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<strong>Controversial</strong> <strong>Issues</strong> <strong>in</strong> <strong>the</strong> <strong>Classroom</strong><br />

ERIC Identifier: ED327453<br />

Publication Date: 1990-09-00<br />

Author: Harwood, Angela M. - Hahn, Carole L.<br />

Source: ERIC Clear<strong>in</strong>ghouse for Social Studies/Social Science Education Bloom<strong>in</strong>gton IN.<br />

The essence of a healthy democracy is open dialogue about issues of public concern. An <strong>in</strong>tegral part of<br />

<strong>the</strong> tra<strong>in</strong><strong>in</strong>g of young citizens, <strong>the</strong>refore, <strong>in</strong>cludes <strong>the</strong> discussion of controversial social, political, and<br />

economic policies. This ERIC Digest explores <strong>the</strong> use of classroom discussions as a pedagogical<br />

technique to exam<strong>in</strong>e controversial issues by consider<strong>in</strong>g (1) <strong>the</strong> nature of controversial issues<br />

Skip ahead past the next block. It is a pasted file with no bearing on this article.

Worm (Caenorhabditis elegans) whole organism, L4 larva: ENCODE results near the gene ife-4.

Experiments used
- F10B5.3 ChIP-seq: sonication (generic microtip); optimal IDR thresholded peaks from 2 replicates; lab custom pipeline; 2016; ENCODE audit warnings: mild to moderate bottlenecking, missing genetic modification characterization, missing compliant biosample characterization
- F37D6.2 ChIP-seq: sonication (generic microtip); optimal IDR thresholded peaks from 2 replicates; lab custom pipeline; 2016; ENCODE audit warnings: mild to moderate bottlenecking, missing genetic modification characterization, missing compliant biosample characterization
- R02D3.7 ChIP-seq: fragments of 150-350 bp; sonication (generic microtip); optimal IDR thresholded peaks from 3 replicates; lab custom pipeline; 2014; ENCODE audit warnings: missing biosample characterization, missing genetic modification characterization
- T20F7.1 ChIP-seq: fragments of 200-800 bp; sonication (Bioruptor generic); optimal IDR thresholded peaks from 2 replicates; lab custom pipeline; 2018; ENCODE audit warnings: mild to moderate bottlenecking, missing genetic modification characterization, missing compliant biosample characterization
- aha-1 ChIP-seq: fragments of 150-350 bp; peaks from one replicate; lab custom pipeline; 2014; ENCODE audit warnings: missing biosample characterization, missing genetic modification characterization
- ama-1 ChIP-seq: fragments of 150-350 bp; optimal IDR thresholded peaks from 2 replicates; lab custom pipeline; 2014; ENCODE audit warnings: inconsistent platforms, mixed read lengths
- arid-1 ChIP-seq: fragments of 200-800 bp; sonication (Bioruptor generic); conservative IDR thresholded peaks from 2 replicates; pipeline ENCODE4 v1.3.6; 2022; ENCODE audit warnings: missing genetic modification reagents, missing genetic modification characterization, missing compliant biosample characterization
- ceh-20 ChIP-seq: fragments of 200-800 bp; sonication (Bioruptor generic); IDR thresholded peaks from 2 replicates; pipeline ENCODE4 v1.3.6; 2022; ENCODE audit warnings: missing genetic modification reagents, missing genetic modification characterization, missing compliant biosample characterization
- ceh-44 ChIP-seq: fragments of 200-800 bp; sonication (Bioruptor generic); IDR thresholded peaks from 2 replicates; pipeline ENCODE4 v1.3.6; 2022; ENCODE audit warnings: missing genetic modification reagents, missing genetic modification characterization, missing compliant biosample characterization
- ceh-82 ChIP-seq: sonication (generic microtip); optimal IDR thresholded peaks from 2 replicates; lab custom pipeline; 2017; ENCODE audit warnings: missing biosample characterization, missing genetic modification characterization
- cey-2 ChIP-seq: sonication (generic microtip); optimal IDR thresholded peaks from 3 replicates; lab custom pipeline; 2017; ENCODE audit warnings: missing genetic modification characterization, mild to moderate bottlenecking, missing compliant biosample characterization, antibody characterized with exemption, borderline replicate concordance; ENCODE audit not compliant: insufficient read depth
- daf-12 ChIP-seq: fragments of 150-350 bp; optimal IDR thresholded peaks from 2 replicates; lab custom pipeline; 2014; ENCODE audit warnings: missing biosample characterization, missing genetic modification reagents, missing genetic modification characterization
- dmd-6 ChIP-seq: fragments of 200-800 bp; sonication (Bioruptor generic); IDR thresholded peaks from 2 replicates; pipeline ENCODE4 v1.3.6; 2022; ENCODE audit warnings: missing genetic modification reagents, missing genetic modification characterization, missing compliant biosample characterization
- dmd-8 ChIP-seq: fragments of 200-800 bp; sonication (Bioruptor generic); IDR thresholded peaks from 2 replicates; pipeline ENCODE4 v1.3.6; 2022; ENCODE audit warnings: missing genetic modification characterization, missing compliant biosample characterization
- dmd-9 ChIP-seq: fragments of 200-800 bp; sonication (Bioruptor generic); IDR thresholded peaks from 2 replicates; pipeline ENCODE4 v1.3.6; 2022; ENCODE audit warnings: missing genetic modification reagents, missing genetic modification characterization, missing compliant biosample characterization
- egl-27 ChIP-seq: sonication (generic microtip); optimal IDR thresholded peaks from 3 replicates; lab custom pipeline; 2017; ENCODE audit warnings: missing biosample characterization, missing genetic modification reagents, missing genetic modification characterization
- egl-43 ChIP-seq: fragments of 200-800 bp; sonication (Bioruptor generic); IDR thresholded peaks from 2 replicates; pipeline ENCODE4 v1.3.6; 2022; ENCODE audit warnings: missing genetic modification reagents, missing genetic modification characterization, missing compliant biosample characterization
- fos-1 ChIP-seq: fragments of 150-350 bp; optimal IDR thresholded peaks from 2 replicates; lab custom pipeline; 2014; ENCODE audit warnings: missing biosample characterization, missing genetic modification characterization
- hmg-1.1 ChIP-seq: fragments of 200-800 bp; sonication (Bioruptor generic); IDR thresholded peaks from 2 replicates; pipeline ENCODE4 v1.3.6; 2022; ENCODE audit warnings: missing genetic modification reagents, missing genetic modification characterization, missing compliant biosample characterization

discussions, (2) <strong>the</strong> importance of discussion <strong>in</strong> social studies <strong>in</strong>struction, (3) what is known about <strong>the</strong> use<br />

of controversial issues discussions <strong>in</strong> social studies, and (4) suggestions for implement<strong>in</strong>g controversial<br />

issues discussions <strong>in</strong> <strong>the</strong> classroom.<br />

WHAT IS A CONTROVERSIAL ISSUES DISCUSSION?<br />

A controversial issues discussion is def<strong>in</strong>ed as reflective dialogue among students, or between students<br />

and teachers, about an issue on which <strong>the</strong>re is disagreement. Typically a discussion is sparked by a<br />

question or assertion made ei<strong>the</strong>r by a student or teacher. The ensu<strong>in</strong>g dialogue <strong>the</strong>n allows for <strong>the</strong><br />